In Sorted, part memoir, part educational guide, YouTuber and LGBTQ+ activist Jackson Bird candidly details his life growing up gender-confused in Texas in the 1990s. Through anecdotes and journal entries, Bird takes us through his life as he protests wearing a dress to the Daddy-Daughter Dance in favor of a suit, attempts to figure out how to have a chest binder delivered to his NYU dorm room, and experiences taking shots of testosterone and undergoing top surgery. Through the book, the author takes the time to explain trans terminology and facts concerning gender and sexuality, as well as makes numerous Harry Potter references. Sorted shines as both an honest (and often humorous) memoir and a bridge-building resource, and, perhaps, just as importantly, Bird recognizes that his is not the definitive narrative about the transgender community, and that there are so many more stories to be written and read.

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Karamo

Karamo

by Karamo Brown

I absolutely love Queer Eye, and I remember, as I watched it, being attracted to the role that Karamo Brown played within the Fab Five. His sage advice and ability to empathetically listen to everyone’s plight made me think “I want to be like him,” and “Gee, I wish Karamo could just follow me around all day and give me advice.” When his book came out, I was ecstatic and not sure if it could live up to my hype. However, it does: which I found out when I read it all one afternoon in four hours. In this memoir, Karamo opens up about his past struggles with abuse, addiction, colorism, and coming to grips with his sexuality. Karamo is about as sincere and open as a memoir can get; not to mention, it provides some excellent words of wisdom. This quote from Karamo’s grandmother is officially my motto for Pride: “If they don’t want to come in my house, I’ll close the door and be happy in my own home.”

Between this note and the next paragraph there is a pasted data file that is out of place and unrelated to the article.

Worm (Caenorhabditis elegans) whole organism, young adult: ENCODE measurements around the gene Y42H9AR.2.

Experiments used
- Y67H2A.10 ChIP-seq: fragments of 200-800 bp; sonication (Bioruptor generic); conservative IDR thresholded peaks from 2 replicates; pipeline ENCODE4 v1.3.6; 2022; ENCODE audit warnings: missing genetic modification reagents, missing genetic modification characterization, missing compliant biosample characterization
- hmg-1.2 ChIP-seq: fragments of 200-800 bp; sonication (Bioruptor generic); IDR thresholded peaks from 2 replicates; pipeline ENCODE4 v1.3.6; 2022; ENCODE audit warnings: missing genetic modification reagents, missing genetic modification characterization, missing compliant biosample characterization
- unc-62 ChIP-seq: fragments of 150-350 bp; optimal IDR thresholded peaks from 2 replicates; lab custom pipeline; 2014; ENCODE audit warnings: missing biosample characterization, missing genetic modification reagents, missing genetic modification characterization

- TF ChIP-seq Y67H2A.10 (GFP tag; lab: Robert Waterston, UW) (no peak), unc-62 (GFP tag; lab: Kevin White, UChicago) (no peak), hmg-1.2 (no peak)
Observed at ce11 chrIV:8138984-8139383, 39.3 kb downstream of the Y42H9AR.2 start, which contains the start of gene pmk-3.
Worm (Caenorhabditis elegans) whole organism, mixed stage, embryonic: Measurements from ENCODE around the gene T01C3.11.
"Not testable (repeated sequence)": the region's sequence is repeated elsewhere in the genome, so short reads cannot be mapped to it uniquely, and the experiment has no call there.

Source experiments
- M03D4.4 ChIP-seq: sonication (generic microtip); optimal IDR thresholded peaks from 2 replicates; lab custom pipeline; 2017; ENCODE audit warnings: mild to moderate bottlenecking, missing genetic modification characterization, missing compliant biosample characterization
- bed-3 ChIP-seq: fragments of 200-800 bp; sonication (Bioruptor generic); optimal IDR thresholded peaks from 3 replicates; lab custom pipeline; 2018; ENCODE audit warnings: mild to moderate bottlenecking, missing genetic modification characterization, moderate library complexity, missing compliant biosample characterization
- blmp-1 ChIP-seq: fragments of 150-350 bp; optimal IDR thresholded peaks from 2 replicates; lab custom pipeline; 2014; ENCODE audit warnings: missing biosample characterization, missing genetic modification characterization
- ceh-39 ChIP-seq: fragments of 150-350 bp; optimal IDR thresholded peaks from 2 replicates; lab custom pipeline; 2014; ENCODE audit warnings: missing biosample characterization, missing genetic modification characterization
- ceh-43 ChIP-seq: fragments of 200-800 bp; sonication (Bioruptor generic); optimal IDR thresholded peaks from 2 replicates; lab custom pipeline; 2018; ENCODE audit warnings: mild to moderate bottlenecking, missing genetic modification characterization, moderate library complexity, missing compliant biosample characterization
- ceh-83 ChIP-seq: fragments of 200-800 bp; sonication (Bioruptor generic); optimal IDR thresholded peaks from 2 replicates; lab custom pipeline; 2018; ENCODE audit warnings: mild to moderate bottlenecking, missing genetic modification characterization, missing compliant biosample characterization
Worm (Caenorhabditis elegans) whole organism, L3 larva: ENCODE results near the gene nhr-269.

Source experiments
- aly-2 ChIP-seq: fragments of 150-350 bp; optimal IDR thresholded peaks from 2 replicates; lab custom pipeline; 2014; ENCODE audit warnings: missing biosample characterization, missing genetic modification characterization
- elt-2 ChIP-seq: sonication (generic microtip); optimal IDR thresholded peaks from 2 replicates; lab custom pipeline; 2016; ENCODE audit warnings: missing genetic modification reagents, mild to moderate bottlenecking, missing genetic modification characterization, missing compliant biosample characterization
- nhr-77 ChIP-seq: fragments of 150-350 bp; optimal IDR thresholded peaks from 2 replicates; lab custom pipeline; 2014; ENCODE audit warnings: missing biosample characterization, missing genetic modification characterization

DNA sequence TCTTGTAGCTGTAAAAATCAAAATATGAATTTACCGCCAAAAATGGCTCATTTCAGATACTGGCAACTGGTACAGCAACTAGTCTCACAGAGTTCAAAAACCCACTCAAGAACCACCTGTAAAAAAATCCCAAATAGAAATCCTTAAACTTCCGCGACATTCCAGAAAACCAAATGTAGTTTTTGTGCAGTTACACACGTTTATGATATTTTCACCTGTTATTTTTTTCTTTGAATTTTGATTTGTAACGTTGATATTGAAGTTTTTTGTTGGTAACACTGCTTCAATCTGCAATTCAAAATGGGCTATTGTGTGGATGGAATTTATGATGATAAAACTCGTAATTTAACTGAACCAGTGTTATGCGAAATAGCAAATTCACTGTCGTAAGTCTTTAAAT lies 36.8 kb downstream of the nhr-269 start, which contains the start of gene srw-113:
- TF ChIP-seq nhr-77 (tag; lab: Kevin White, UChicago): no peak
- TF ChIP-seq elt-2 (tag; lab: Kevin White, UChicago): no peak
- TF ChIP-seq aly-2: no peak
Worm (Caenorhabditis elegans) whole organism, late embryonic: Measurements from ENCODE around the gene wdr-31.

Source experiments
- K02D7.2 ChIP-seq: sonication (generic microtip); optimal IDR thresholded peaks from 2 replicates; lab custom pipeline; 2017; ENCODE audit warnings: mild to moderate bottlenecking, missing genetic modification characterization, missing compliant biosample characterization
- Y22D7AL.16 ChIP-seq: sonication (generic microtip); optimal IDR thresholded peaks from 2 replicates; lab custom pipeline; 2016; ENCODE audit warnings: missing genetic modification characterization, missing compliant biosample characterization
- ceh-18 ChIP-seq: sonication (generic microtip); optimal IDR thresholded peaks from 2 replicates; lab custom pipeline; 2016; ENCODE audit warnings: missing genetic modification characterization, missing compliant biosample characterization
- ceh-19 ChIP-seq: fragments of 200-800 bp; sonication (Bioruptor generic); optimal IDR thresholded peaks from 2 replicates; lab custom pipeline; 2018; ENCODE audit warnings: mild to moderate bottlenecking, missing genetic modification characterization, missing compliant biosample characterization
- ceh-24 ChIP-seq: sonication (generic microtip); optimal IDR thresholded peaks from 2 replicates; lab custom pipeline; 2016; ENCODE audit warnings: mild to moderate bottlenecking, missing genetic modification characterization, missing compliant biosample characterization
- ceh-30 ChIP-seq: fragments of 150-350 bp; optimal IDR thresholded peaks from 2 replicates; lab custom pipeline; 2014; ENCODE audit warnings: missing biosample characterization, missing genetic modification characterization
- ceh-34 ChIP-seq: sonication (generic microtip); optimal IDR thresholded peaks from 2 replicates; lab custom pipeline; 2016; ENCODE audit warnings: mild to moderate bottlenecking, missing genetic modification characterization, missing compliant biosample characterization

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Redefining Realness

Redefining Realness

by Janet Mock

Redefining Realness charts Mock’s experiences growing up multiracial, poor, and trans in Hawaii. Her navigation of her gender identity takes place primarily in her teenage years without parental guidance: she begins transitioning during high school, takes estrogen without doctor supervision, and flies across the world at eighteen for sex reassignment surgery. As Mock makes the move from Honolulu to New York City to attend graduate school and launch her career, she remains secretive about her past, not wanting to be associated with stereotypes surrounding the transgender community. However, she comes to realize that by sharing her story, she can embolden and give hope to her community, which prompts her to come out on the pages of Marie Claire in 2011.

In the book’s introduction, Mock states “We need stories of hope and possibility, stories that reflect the reality of our lived experiences.” Redefining Realness succeeds in this mission, with the author’s voice serving as a necessary beacon of hope for an oftentimes underrepresented and underserved community.

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Over the Top

Over the Top

by Jonathan Van Ness

I couldn’t just include one memoir from the Queer Eye cast! Van Ness has not always been the positive, effervescent ray of sunshine he is today. In Over the Top, he describes his struggles toward self-love and acceptance, from being bullied in childhood for his nonconformity, to his struggles with addiction, abuse, and the stigma he faces as an HIV+ individual. Heartfelt, raw, and humorous, Over the Top is at once an illuminating memoir and candid guide to practicing self-love—a reminder, in the words of JVN, that “you’re a Kelly Clarkson song, you’re strong, and you’ve got this.”

P.S.: If you want to get an extra boost of JVN from this Over the Top experience, I recommend listening to the JVN-narrated audiobook.

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Sharon Van Meter is a Marketing Assistant with Simon & Schuster, and enjoys reading historical nonfiction, "the classics," and dystopian science fiction. She is passionate about history, social justice, and stand-up comedy, and in her free time enjoys writing, baking, and cultivating her Pinterest boards. Sharon also has a large collection of novelty socks.